File photo by Sam Hodgson
The San Diego County Administration Building
Bob Filner’s loss is Ernie Dronenburg’s gain.
The incredibly disturbing allegations against the mayor – which reached new heights Monday with a sensational Gloria Allred press conference – have effectively sucked all the oxygen out of the room, sparing another San Diego elected official national embarrassment.
Dronenburg filed a petition Friday that would allow him to continue denying marriage licenses to same-sex couples, in spite of a recent Supreme Court ruling that spurred the state to allow them again. He defended his actions in a Tuesday press conference, even after the attorney general’s office urged the court to reject his bid.
Here are a few reasons we should make some room for Dronenburg in the shame spotlight.
He is going back on his word.
Dronenburg is a conservative Republican. But he earned an endorsement from CityBeat in 2010 in large part because “he’s promised us that if Prop. 8 is ultimately negated, his office will treat same-sex couples with respect and dignity.”
Now, Dronenburg is seizing on what he sees as a legal loophole in order to avoid doing precisely what he promised. Dronenburg is arguing that the Supreme Court’s decision last month only cleared the way for same-sex marriages to resume in the jurisdiction where the original suit was filed. That means he believes gay marriage should only move forward in Los Angeles and Alameda counties, the two counties named in the injunction and the suit against Prop. 8.
Here’s how the group representing Dronenberg described the argument to San Diego Rostra:
Because the United States Supreme Court’s decision in Hollingsworth v. Perry vacated the Ninth Circuit’s decision only, there is no appellate decision holding that Proposition 8 is unconstitutional. As a result, Proposition 8 is still good law, and the District Court injunction against should apply only to the parties in that case.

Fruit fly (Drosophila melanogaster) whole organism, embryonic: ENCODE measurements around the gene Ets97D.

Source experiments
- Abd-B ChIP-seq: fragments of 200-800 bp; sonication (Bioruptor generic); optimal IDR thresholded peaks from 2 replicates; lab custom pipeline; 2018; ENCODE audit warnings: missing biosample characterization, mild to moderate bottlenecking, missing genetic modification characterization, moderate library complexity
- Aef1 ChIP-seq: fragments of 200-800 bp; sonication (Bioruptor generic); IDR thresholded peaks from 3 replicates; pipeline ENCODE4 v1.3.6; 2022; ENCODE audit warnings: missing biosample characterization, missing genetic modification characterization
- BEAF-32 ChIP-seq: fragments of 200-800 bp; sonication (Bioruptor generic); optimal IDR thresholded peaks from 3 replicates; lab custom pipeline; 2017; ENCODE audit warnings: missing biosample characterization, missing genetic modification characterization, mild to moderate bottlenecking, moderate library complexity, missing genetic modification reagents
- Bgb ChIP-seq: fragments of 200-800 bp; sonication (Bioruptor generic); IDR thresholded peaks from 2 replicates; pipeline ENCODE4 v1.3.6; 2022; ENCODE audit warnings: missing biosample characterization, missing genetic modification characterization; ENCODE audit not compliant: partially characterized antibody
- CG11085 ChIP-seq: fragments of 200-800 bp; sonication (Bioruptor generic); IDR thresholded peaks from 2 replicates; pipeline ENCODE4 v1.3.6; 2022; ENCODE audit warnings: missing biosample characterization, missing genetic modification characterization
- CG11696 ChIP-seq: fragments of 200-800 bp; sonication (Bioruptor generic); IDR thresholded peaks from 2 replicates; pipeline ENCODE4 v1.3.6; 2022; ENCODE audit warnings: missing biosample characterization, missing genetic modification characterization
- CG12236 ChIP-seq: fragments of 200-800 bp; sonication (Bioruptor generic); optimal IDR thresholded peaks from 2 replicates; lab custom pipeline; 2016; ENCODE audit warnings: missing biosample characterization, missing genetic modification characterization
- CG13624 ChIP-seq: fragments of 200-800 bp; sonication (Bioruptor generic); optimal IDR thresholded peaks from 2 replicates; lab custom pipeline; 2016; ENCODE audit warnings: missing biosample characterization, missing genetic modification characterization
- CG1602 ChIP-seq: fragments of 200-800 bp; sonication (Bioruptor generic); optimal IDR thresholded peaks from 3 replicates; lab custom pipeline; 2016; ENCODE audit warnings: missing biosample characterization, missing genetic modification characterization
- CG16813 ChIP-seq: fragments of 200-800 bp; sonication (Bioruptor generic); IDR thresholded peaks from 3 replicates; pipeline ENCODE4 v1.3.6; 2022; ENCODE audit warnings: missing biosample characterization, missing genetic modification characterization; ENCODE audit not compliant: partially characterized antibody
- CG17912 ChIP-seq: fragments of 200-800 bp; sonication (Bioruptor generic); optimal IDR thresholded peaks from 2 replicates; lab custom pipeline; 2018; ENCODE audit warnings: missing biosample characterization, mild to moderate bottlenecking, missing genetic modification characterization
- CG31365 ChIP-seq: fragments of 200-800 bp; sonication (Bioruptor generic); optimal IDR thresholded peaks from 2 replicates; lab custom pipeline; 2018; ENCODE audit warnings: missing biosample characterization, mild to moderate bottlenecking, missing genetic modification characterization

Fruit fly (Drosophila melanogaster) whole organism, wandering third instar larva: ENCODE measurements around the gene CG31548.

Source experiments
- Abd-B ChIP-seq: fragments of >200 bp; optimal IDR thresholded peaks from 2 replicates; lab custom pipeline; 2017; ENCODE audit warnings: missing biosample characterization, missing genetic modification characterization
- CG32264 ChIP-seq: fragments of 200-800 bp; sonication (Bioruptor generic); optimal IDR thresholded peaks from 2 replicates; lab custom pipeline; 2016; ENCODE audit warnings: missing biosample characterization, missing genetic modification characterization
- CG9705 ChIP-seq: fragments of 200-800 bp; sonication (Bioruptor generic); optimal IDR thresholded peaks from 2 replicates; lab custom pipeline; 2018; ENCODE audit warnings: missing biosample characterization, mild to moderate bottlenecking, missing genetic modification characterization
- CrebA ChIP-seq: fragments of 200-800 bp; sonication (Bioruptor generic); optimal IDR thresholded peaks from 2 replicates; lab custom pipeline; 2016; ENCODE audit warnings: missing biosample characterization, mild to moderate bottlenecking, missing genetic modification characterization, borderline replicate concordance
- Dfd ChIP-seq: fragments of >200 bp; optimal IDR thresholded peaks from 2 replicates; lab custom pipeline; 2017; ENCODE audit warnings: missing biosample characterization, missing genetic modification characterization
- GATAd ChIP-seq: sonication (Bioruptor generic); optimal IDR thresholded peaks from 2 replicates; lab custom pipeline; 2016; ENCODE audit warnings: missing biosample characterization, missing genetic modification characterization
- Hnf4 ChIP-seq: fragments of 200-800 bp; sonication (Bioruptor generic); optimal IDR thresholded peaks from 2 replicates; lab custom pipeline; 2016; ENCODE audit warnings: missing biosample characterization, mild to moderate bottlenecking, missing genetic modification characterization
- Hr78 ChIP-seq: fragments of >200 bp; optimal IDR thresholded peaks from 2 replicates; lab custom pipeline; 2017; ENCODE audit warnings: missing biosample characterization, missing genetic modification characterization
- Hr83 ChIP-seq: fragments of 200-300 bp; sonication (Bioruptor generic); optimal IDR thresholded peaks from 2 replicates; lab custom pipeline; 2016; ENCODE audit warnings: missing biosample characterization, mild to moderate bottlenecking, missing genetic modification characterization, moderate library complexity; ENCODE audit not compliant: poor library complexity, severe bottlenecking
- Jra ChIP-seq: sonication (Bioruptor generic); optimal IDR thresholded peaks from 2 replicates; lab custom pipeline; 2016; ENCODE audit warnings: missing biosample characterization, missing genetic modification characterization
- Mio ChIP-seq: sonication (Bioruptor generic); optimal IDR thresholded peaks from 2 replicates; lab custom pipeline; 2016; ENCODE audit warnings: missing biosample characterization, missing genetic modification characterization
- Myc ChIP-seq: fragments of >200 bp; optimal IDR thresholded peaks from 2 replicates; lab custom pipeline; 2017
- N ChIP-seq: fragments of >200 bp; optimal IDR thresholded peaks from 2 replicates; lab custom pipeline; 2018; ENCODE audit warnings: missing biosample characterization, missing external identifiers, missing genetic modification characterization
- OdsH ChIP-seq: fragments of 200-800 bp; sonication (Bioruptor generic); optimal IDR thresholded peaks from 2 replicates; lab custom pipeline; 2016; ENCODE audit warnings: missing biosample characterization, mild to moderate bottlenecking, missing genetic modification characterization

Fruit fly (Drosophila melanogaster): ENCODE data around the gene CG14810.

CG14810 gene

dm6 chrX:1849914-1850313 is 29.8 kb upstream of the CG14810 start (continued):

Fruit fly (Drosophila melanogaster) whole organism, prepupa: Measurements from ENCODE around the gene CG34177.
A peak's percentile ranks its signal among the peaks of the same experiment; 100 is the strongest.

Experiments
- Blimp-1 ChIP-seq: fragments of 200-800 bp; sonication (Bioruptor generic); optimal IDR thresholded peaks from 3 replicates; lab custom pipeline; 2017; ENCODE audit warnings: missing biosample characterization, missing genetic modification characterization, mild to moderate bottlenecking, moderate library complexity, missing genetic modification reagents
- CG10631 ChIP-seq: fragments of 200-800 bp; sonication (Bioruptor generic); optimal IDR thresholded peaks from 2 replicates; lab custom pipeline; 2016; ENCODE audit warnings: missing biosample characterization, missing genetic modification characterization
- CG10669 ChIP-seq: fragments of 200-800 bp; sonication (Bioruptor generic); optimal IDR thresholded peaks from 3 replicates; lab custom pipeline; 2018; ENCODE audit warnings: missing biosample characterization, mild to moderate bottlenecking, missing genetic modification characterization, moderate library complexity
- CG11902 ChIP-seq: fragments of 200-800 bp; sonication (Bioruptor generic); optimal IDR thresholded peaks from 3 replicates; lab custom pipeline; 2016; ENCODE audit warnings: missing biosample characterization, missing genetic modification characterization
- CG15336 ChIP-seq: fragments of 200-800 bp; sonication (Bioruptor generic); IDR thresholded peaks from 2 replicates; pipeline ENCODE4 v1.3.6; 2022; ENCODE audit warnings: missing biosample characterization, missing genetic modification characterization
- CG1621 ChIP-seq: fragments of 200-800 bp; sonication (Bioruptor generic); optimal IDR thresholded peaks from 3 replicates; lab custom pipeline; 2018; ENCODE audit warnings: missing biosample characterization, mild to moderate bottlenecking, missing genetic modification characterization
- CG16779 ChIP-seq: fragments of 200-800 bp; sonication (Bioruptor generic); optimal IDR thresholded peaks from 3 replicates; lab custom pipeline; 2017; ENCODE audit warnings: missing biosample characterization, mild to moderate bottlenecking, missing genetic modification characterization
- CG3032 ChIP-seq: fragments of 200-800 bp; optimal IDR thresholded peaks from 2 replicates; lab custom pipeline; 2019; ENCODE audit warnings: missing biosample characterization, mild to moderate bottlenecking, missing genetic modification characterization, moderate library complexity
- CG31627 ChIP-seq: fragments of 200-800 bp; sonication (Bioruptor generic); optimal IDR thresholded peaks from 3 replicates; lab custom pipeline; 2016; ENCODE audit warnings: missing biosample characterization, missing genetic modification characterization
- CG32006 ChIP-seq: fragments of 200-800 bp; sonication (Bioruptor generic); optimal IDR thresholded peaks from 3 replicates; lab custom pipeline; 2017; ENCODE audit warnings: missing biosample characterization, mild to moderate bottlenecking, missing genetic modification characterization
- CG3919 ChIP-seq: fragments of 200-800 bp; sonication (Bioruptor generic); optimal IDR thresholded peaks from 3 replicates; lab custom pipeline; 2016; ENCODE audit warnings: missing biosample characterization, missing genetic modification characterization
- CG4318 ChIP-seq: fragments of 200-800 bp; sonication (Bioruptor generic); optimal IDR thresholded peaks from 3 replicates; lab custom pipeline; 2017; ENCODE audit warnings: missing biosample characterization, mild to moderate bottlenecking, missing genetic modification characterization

Dronenburg and the group representing him, the Freedom of Conscience Defense Fund, have said the petition merely seeks clarity on the issue. But that doesn’t add up: If he was simply seeking guidance, why did he enlist an “expert on countering the gay agenda,” Charles Limandri, to file the petition on his behalf?
Dronenburg also promised throughout his campaign to eliminate red tape for those who came through his office by making more documents available online, and bringing more uniformity to the assessment process. Now, instead of streamlining, he’s throwing the ultimate roadblock in front of gay couples by possibly refusing to perform a key function of his office.
It’s rare that assessors’ campaign promises receive much press, and rarer still that such promises are ever revisited.
The state attorney general’s office quickly swatted down Dronenburg’s issue – “The filing offers no new arguments that could deny same-sex couples their constitutionally protected civil rights. The federal injunction is still in effect, and it requires all 58 counties to perform same-sex marriages. No exceptions,” Kamala Harris said in a statement. (Disclosure: My husband works for the attorney general’s office.)